Calif. Assembly Committee Approves Bill That Would Create Names-Based HIV Reporting System
The California Assembly Health Committee on Tuesday voted to approve a bill (SB 699) that would implement a confidential names-based reporting system for new HIV cases in the state, Advocate.com reported (Advocate.com, 2/23). California's current HIV reporting system, which was implemented in 2002, uses alphanumeric codes that incorporate a patient's birth date, gender and elements of their last name. Under the system, laboratories and doctors report to their county's health department the codes for anyone who tests HIV-positive and the information is sent to the state, which then reports the data to the federal government. The Los Angeles Times in July 2005 reported that many cases are believed to be lost when doctors and laboratories send incorrect or incomplete codes or fail to keep required patient data. As a result, state health authorities have difficulty gauging the state's HIV epidemic. The measure, by state Sen. Nell Soto (D), would allow Gov. Arnold Schwarzenegger's (R) administration up to one year to create rules for the new names-based system. The bill also would create penalties for those who do not adhere to the confidentiality rules and would allow anonymous HIV testing in certain locations. The California Senate in January approved 33-0 the bill, and Schwarzenegger has indicated his support (Kaiser Daily HIV/AIDS Report, 1/23).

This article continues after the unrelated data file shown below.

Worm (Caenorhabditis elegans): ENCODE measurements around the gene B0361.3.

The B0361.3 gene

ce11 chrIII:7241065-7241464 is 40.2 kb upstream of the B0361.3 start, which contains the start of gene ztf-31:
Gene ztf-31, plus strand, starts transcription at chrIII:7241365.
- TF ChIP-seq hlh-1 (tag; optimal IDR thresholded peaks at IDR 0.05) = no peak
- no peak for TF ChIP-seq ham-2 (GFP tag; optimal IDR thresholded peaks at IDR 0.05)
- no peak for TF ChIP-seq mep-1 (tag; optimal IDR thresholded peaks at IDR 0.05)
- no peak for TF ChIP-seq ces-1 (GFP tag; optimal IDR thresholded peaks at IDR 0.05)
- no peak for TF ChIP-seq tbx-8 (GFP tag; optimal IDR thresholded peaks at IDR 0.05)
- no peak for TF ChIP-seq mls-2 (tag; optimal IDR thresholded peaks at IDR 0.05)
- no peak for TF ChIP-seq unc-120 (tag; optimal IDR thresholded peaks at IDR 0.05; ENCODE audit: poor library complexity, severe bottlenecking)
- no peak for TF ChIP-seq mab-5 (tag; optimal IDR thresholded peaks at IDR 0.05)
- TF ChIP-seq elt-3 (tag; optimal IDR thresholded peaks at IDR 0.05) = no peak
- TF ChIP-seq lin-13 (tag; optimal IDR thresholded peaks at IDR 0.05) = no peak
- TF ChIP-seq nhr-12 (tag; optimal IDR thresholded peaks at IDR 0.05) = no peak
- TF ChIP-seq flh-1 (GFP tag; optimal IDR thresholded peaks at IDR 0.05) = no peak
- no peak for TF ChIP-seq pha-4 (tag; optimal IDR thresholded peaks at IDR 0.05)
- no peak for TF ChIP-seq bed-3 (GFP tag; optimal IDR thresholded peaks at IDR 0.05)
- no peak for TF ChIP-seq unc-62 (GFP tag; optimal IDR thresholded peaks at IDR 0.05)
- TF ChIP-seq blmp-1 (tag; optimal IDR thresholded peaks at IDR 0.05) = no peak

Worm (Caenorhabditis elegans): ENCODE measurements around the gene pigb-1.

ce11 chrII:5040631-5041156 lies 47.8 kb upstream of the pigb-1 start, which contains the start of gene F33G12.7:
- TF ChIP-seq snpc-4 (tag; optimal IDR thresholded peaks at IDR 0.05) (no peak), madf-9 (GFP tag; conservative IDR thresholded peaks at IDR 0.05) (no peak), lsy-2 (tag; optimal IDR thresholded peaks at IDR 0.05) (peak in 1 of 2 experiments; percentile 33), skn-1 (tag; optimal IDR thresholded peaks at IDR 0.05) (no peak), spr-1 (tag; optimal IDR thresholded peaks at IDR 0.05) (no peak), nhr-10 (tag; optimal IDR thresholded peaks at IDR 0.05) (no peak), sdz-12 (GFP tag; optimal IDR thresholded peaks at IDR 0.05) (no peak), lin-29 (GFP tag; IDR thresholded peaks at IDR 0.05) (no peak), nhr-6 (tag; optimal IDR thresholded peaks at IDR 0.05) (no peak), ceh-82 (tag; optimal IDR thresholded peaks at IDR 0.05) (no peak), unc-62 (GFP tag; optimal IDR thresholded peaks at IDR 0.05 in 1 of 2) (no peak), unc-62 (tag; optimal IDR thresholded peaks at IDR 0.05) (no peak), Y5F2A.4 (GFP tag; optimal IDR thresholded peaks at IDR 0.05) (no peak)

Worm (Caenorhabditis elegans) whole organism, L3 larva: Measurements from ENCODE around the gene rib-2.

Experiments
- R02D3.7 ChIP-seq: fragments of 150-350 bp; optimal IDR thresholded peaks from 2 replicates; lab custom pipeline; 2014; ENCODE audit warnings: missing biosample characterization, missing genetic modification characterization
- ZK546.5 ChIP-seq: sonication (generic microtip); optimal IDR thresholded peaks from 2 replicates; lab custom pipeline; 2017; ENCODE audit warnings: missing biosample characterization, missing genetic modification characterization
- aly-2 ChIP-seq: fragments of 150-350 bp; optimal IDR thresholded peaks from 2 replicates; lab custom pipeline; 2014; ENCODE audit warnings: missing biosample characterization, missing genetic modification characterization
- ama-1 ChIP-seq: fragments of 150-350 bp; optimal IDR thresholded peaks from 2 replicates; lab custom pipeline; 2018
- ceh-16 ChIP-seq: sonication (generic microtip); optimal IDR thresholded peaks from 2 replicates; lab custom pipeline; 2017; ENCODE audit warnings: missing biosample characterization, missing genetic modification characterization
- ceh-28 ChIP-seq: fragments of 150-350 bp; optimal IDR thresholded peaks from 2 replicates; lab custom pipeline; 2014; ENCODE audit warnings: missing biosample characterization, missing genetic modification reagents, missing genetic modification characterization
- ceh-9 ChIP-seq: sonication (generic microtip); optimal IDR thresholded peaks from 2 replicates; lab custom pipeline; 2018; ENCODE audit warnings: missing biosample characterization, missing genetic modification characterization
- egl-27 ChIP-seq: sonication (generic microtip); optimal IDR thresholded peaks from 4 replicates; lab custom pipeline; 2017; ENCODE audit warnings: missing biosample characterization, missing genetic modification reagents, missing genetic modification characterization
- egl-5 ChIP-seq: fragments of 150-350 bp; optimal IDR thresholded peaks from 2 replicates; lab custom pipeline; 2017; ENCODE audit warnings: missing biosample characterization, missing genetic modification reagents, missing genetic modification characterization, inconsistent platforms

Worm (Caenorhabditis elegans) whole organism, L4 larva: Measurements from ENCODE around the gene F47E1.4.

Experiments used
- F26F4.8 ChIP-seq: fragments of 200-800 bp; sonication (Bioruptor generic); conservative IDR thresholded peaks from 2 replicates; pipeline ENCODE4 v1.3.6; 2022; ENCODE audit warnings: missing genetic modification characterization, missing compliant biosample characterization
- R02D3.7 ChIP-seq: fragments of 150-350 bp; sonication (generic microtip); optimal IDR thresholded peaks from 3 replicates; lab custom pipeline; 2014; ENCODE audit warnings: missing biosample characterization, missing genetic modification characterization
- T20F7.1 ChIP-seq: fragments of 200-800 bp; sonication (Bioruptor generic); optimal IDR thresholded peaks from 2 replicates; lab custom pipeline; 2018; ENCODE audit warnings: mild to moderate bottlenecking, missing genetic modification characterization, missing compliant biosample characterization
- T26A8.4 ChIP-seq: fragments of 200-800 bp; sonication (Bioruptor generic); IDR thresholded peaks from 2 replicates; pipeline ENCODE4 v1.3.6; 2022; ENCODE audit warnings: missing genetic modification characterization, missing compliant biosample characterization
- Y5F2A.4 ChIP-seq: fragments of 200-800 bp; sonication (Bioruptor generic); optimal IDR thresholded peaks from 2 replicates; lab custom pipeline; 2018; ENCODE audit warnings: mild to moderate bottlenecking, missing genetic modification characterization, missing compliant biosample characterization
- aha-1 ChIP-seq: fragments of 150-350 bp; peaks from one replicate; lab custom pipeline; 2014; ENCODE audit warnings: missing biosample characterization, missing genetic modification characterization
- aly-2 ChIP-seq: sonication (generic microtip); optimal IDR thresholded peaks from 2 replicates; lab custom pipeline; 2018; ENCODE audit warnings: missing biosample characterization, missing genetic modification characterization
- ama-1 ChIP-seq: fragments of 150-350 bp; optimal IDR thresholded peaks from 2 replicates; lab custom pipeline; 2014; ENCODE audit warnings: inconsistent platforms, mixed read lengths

Chronicle Examines Shifting Support for Reporting Method
According to the San Francisco Chronicle, the risk of losing federal funding and the erosion of stigma surrounding HIV have played major roles in the state's shift in support for names-based reporting. Since HIV first appeared in California, the state has collected the names of people whose HIV-positive status has progressed to AIDS, and no evidence exists suggesting the information has been breached, the Chronicle reports (Russell, San Francisco Chronicle, 2/20). "People used to think it would deter people from getting tested, but the experiment's been done, and it hasn't happened," Tom Coates, an AIDS prevention expert at the UCLA David Geffen School of Medicine, said. The Chronicle also reports that federal Ryan White Care Act funding in fiscal year 2007 will be distributed to states based on their number of new HIV cases, not AIDS diagnoses. According to the Chronicle, CDC says it only will count HIV cases reported using the names-based method. Robert Janssen, CDC division director for HIV/AIDS prevention, said, "We've wanted the HIV data to help policymakers understand who needs care and to come up with appropriate dollars." Michael Montgomery, chief of the Office of AIDS at the California Department of Health Services, said it might take at least three years for the state to implement names-based reporting -- well past the government's FY 2007 deadline. "We have to clean out from the registry all existing HIV data and start all over again," Montgomery said, adding, "It will be a big undertaking" (San Francisco Chronicle, 2/20).
KPBS' "KPBS News" on Monday reported on California's HIV reporting system. The segment includes comments from Ged Kenslea, communications director for the AIDS Healthcare Foundation (Goldberg, "KPBS News," KPBS, 2/20). The complete transcript is available online. The complete segment is available online in RealPlayer.